2004 NEWS

2004 News > 10/24/04


By Tom Glavine, MLB.com
Original Article HERE.

Mets ace Tom Glavine has some knowledge about pitching in the World Series. He also has some experience with the Curse of the Bambino and what it's like to root for the Red Sox come autumn. The former Cy Young winner posted a 4-3 mark with a 2.16 ERA in eight World Series starts for Atlanta, winning a pair of games in 1995 as the Braves won it all.

The veteran southpaw also grew up in Billerica, Mass., some 25 minutes from the Green Monster. He's not old enough to remember the '67 Series and what Bob Gibson did to the Sox, but he was coming into his own when the Big Red Machine extended Boston's run of postseason bad luck in '75. He was a professional ballplayer by the time the ball went through Bill Buckner's legs in '86, and still has some love for the team of his youth. As he did in the National League Division Series, Glavine will offer his thoughts and insights on the World Series to MLB.com.

I still obviously have a rooting interest in the Red Sox. They are the team I grew up watching, and I still have ties and roots in New England. From that standpoint, it will certainly be a very interesting and fun series to watch. I thought last night the end result was good. They had some momentum coming out of the Yankee series, and it was good to see them carry that into last night.

It was important for them to grab a lead because, No. 1, you always want to take a lead in a short series. It shortens what you have to do in terms of winning it. And they accomplished that by continuing to ride the momentum of the Yankees series, which I'm sure everyone in New England was concerned about. The players certainly dispelled that notion and with each win, more and more the closer they get toward dispelling the notion of a curse.

Everyone in New England is aware of it. As much as people get excited about the Red Sox, in the back of their minds, they're hoping they don't mess it up. That's the nature of being a fan in New England. And the players understand that. How strongly do the players buy into it, though? Not as much as the fans. But from a psychological standpoint, with each win, the better off you'll be.

In '86, I was coming off my third year in the minor leagues. I was at my parents' house [during the World Series], settling in for the offseason and at that point, I was still a huge Red Sox fan. I tended to pay more attention to the playoffs then than I do now, if I'm not playing in them. And it was the epitome of being a Red Sox fan.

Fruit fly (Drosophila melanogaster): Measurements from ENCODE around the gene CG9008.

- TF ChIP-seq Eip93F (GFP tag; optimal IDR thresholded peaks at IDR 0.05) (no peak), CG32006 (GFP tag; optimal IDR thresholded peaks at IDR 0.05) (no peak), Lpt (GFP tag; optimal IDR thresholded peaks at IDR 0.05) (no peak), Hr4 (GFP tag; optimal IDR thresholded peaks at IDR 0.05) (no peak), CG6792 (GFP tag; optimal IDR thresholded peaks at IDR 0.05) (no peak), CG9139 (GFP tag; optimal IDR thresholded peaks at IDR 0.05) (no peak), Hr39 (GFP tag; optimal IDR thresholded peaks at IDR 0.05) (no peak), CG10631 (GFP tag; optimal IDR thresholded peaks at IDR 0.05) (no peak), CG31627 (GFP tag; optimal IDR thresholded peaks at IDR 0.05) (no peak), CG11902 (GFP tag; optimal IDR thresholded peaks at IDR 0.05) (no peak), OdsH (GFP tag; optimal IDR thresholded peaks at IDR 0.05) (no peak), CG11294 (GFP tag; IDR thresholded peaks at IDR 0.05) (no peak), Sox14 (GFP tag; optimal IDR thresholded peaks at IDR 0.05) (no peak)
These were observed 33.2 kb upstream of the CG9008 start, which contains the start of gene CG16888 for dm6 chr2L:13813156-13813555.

There is so much frustration associated with being a Red Sox fan. You're constantly holding your breath, waiting for bad things to happen. And the World Series in '86 was the epitome of that. No one in New England will breathe a sigh of relief until the Sox catch that last out, if that indeed happens, regardless of what happens before then.

I think this is going to be a very competitive series, and I'm not sure you're going to see an 11-9 slugfest every game. Both teams are extremely talented, so it's possible. But both teams have better pitching than what we saw last night, so the series will probably settle down.

From the Cardinals' standpoint, you have to feel good about your ability to score runs, not that they shouldn't have felt that way. If they weren't the best offensive team in the National League this year, they were certainly in the top two or three. The confidence in scoring runs is high, and they did that last night, but they have to be able to get the pitching to take advantage of it.

They have the ability to calm down a little bit, though. Now they have to split, which is something we talked about in the earlier series. They have to put last night behind them, focus on tonight and then take care of their home field.

You know Tony La Russa is a great manager. When you hear people talk about great managers, his name and Bobby Cox's name are at the top of everybody's list. Tony is a very well-respected guy who is always prepared and knows what's going on in terms of matchups. I'm sure his players are confident in his preparation of what he's going to bring to the table. And when you have confidence in the manager, it gives you confidence on the field. I don't know what he'll be able to offer psychologically in terms of what Bobby would offer, but I know from a strategic standpoint, he's going to be prepared tonight.

And, they have to feel good about matching up offensively with the Sox. They have to be able to continue to do that. With Curt Schilling and Pedro Martinez coming up, though, it will be interesting to see how their offense does against those guys.